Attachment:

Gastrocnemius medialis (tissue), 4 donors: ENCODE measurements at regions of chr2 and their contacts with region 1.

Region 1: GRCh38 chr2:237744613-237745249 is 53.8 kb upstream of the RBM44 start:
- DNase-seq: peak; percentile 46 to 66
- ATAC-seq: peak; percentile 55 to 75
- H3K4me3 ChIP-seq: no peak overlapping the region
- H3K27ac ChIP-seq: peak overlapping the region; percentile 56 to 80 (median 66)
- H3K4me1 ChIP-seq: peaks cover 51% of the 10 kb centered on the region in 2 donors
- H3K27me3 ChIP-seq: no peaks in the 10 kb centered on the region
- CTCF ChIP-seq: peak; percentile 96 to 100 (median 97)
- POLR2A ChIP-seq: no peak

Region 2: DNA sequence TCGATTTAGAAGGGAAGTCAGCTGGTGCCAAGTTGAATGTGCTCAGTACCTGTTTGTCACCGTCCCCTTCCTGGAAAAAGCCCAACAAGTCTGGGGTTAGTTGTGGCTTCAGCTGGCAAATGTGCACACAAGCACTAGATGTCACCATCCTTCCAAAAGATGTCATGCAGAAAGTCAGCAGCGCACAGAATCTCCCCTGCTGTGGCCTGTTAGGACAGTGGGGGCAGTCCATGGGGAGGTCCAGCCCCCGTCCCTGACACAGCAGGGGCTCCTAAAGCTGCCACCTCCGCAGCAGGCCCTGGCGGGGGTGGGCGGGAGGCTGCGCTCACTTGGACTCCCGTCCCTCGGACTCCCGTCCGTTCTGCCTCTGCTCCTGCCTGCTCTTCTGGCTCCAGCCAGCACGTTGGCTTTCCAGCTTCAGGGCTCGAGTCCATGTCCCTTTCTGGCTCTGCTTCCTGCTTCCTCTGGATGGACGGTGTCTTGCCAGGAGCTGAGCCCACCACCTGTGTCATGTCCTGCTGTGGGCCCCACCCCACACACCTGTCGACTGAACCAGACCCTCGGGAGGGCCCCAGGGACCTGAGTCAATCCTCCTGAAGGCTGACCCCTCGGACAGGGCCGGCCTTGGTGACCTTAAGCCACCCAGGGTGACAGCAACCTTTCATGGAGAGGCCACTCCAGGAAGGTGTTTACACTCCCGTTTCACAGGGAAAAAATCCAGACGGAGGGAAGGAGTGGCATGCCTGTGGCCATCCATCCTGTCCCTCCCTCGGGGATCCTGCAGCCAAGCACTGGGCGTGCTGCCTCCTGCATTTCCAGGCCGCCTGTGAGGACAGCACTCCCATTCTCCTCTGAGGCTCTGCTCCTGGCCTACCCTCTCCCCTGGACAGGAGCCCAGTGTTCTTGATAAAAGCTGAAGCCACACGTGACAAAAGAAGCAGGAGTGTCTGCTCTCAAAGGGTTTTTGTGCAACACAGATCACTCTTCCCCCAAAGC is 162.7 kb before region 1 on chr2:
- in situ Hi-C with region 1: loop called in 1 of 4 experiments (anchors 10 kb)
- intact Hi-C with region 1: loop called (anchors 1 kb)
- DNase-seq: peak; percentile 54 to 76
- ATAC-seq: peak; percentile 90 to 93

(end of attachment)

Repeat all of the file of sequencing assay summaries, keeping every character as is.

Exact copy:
Gastrocnemius medialis (tissue), 4 donors: ENCODE measurements at regions of chr2 and their contacts with region 1.

Region 1: GRCh38 chr2:237744613-237745249 is 53.8 kb upstream of the RBM44 start:
- DNase-seq: peak; percentile 46 to 66
- ATAC-seq: peak; percentile 55 to 75
- H3K4me3 ChIP-seq: no peak overlapping the region
- H3K27ac ChIP-seq: peak overlapping the region; percentile 56 to 80 (median 66)
- H3K4me1 ChIP-seq: peaks cover 51% of the 10 kb centered on the region in 2 donors
- H3K27me3 ChIP-seq: no peaks in the 10 kb centered on the region
- CTCF ChIP-seq: peak; percentile 96 to 100 (median 97)
- POLR2A ChIP-seq: no peak

Region 2: DNA sequence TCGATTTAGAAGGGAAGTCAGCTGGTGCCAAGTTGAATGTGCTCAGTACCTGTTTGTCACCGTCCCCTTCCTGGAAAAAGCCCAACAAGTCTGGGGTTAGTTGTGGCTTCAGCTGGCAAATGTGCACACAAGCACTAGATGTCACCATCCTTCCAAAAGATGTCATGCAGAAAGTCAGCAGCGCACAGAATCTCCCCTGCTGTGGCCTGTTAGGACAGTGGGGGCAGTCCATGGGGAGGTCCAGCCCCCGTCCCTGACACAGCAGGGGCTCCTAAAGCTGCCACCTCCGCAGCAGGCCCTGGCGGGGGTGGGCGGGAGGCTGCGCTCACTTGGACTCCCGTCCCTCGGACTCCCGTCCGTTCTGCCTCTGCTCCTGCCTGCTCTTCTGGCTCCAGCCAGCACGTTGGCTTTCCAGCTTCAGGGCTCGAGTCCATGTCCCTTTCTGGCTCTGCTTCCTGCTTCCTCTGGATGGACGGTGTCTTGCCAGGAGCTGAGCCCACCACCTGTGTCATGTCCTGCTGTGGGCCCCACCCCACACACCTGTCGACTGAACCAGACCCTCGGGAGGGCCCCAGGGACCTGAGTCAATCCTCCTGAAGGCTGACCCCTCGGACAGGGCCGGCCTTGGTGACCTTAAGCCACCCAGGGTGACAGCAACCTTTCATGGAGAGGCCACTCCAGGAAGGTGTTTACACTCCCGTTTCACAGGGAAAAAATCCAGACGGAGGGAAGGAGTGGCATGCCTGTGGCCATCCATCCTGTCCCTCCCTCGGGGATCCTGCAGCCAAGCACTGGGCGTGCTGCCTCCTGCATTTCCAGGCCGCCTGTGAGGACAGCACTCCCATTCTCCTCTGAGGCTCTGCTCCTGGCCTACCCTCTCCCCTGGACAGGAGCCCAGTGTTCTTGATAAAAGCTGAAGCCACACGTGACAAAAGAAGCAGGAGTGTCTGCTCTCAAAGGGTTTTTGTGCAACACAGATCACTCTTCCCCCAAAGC is 162.7 kb before region 1 on chr2:
- in situ Hi-C with region 1: loop called in 1 of 4 experiments (anchors 10 kb)
- intact Hi-C with region 1: loop called (anchors 1 kb)
- DNase-seq: peak; percentile 54 to 76
- ATAC-seq: peak; percentile 90 to 93